And then of course there's the crazy science. After Luke nearly gets beaten to death, Reva's co-worker Dr. Noah Burstein (Michael Kostroff) puts him in a tube full of liquid in order to heal him. The guard, Albert Rackham (Chance Kelly) finds out and busts up the machinery, which causes Cage to emerge with unbreakable skin, super strength and a perfectly shaved chest.

Don't worry, the last ingredient is there, too. Cage heads to Reva's place to clean up/take off his beard wig, and gets his superhero identity after Reva explains he'll need to change his name. He quotes Luke 4:18 from the bible, repeats how his preacher used to say, "No one can cage a man if he truly wants to be free," and we're off to the races.

Oh, and back in the present, Luke has his Iron Man moment when the press chases him to ask who he is, after he saves Connie's life. He takes off his hood, looks them in the eyes, and says, "My name is Luke Cage."

What works so well about this episode is that it hits all of those typical origin story points, while staying utterly consistent with the tone and the focus that's come before. We've talked about how Luke Cage is exploring the African-American experience (and Harlem in particular) from all it's different aspects... And in particular, it's more problematic aspects. That definitely includes a black man wrongfully imprisoned for a crime he didn't commit. It definitely includes a racist man in power using said power to manipulate a man of another ethnicity. And it also, for better or worse, includes all the prison movie tropes of the Blaxploitation genre, including "secret prison fight club."

Now we're done with Act One of Luke Cage. The origin is over, the world knows his name... So what's next?

Easter Eggs and References:

- Though Squabbles seems to be a totally original creation, Luke did meet both Rackham and Burstein in Seagate, in the comics. Rackham was pretty much the same (including messing with the experiment on Luke, which caused his powers), as was Burstein. Only twist with the latter, he was using a variation of the super-soldier serum that created Captain America to create Luke. Here, that seems to be more implied than actual text.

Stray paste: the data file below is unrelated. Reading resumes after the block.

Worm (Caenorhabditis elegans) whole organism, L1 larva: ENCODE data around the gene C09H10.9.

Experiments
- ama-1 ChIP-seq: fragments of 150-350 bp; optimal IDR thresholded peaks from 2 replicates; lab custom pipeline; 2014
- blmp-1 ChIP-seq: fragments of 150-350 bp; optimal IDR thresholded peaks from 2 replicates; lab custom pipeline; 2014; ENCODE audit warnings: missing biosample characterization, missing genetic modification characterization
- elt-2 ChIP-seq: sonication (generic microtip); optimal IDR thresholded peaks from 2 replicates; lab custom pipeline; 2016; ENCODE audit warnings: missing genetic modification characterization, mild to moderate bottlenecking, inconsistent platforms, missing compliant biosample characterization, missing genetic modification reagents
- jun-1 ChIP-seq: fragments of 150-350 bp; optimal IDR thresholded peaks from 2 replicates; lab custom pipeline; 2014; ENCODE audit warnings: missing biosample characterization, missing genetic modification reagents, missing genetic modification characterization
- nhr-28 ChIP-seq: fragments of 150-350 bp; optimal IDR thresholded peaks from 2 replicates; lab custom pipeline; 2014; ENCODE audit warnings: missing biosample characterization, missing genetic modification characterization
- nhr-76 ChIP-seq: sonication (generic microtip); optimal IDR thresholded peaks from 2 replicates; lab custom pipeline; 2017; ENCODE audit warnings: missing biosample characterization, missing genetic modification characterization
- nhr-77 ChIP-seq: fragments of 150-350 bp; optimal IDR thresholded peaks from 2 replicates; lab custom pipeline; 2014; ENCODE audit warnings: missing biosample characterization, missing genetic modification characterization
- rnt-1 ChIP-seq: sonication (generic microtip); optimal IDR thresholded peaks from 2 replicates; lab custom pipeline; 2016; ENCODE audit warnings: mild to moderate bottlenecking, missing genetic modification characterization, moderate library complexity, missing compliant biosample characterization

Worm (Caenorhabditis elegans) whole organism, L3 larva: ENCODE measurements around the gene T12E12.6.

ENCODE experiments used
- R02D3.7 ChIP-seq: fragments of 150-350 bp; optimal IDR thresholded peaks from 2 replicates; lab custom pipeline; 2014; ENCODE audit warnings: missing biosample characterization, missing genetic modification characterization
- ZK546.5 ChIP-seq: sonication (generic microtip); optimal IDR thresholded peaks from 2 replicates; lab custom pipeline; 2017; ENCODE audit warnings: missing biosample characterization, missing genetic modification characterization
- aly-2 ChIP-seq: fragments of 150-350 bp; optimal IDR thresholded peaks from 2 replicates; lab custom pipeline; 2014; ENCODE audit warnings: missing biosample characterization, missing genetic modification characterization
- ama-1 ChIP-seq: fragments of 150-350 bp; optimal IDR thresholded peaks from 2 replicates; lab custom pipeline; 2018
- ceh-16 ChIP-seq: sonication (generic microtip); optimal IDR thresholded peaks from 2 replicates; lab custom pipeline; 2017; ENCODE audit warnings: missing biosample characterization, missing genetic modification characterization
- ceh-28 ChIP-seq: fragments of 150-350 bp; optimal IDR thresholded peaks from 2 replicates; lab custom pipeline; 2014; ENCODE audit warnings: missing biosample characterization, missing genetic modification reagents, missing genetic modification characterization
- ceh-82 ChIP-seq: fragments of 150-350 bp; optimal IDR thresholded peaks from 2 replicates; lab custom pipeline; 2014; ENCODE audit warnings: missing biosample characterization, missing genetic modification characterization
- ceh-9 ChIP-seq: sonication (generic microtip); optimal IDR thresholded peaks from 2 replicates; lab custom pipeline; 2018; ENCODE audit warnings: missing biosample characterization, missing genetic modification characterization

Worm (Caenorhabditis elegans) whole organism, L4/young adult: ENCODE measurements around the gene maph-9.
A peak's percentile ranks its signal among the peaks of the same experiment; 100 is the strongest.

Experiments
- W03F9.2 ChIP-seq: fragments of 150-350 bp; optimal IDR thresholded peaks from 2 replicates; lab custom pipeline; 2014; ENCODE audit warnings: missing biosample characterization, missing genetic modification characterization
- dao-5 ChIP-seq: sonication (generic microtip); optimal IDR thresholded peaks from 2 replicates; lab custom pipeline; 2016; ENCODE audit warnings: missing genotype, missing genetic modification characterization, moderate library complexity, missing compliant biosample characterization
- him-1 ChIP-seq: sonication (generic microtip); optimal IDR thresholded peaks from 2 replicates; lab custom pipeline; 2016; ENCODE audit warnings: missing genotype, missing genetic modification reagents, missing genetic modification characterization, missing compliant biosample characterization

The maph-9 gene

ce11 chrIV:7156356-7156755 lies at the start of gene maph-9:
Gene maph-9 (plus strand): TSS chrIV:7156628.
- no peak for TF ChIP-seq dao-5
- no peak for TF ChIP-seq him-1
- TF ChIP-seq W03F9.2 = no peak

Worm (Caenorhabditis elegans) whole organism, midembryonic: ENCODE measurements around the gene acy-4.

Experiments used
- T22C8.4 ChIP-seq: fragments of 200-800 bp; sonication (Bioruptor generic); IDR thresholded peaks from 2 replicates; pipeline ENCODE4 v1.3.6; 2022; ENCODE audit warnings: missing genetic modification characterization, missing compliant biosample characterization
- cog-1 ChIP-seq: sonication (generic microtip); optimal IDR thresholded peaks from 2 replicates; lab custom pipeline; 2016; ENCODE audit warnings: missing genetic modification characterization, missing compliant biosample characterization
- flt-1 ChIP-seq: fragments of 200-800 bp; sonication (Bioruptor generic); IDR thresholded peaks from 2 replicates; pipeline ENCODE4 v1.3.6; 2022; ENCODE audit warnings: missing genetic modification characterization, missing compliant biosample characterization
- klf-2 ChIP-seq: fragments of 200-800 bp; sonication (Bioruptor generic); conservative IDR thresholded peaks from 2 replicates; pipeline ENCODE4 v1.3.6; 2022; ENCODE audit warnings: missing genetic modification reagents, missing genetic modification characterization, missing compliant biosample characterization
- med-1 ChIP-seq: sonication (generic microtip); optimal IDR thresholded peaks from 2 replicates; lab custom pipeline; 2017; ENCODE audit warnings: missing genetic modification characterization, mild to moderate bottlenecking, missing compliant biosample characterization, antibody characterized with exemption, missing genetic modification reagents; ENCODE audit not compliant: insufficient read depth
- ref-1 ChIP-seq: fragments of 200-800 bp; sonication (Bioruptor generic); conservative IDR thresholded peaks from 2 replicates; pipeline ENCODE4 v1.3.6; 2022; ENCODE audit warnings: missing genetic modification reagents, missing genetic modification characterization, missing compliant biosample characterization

- Comanche (Thomas Q. Jones), the prisoner palling around with Shades (Theo Rossi) is also from the comics, and a frequent antagonist of Luke.

- He doesn't show up, but there's a poster behind Reva's shoulder in one scene for a talk by Warden Stuart. In the books, Stuart saved Luke from Rackham while he was in Seagate.

- After the machine explodes, Luke emerges wearing bracelets and headgear that looks sort of like a tiara. Add in his more close shaven beard and hair, and the loose yellow shirt he finds after escaping, and you have Luke's original look from the comics. I think it looks pretty great, even if Luke sees himself and says, "You look like a damn fool."

- Related: the production/shooting code name for Luke Cage was "Tiara," so people wouldn't storm the set looking for Luke Cage.

- After punching a hole in the prison wall, Luke says, "Sweet Christmas," his catchphrase from the books. Granted, he's already said that once before, on Jessica Jones after punching... Something else... Really hard. Cough.

- Speaking of Jessica Jones, Reva sure does love her flash drives, doesn't she? She's gripping one with Luke's info pretty tight once he escapes; and she mentions to him, "You haven't always been a convict, I haven't always been a psychologist." In the previous series, Reva was killed for having a flash drive containing incriminating footage of experiments on the villainous Kilgrave (David Tennant).